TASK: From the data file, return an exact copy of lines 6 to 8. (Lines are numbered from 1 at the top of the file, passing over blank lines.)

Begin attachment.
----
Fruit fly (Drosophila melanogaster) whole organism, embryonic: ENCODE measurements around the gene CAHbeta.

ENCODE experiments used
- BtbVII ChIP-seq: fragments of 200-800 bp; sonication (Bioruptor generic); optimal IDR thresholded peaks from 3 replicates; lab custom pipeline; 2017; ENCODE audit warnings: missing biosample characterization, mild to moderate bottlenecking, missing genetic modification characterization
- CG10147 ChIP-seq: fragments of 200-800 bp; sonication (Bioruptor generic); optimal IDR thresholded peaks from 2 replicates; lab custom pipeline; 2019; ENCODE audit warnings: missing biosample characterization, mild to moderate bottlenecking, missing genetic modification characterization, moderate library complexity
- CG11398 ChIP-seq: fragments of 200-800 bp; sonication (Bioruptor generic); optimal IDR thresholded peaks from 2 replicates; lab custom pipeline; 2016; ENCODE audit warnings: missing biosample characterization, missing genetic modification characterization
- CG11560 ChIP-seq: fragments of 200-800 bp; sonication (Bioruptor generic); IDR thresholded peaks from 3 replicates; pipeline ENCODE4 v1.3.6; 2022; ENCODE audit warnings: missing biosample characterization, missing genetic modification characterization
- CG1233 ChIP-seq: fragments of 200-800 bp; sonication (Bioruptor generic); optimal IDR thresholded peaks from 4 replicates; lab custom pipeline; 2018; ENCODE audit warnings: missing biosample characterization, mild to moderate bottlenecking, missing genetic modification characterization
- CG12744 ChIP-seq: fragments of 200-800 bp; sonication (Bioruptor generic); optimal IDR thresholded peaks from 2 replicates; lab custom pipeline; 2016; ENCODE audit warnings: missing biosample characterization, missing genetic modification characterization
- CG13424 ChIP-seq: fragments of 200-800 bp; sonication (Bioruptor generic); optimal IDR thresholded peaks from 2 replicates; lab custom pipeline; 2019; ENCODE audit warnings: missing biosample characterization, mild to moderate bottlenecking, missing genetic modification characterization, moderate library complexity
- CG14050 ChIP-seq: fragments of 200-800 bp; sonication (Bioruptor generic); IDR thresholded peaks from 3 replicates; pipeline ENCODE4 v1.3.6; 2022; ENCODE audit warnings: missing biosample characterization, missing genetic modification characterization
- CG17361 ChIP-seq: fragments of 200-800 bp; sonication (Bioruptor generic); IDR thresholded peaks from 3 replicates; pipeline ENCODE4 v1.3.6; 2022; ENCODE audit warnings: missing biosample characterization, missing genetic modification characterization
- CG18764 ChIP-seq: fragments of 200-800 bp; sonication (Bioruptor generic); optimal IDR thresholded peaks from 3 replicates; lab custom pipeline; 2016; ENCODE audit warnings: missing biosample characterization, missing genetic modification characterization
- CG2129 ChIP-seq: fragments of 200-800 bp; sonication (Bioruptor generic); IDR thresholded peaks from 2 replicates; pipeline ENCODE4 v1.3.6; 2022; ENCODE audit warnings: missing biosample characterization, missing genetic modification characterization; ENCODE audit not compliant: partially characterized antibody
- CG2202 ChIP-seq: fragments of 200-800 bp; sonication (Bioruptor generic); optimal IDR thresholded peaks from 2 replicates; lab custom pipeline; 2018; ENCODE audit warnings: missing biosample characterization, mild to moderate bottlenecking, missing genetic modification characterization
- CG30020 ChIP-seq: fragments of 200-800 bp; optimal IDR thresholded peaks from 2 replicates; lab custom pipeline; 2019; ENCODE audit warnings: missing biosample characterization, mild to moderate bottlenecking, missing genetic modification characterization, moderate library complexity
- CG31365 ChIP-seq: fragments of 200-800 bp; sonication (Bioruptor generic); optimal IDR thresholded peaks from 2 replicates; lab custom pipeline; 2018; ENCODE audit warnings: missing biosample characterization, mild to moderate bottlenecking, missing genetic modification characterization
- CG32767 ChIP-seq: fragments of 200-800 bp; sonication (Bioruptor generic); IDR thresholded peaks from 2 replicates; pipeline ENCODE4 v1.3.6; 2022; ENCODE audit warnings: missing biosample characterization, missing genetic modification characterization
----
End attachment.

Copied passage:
- CG11560 ChIP-seq: fragments of 200-800 bp; sonication (Bioruptor generic); IDR thresholded peaks from 3 replicates; pipeline ENCODE4 v1.3.6; 2022; ENCODE audit warnings: missing biosample characterization, missing genetic modification characterization
- CG1233 ChIP-seq: fragments of 200-800 bp; sonication (Bioruptor generic); optimal IDR thresholded peaks from 4 replicates; lab custom pipeline; 2018; ENCODE audit warnings: missing biosample characterization, mild to moderate bottlenecking, missing genetic modification characterization
- CG12744 ChIP-seq: fragments of 200-800 bp; sonication (Bioruptor generic); optimal IDR thresholded peaks from 2 replicates; lab custom pipeline; 2016; ENCODE audit warnings: missing biosample characterization, missing genetic modification characterization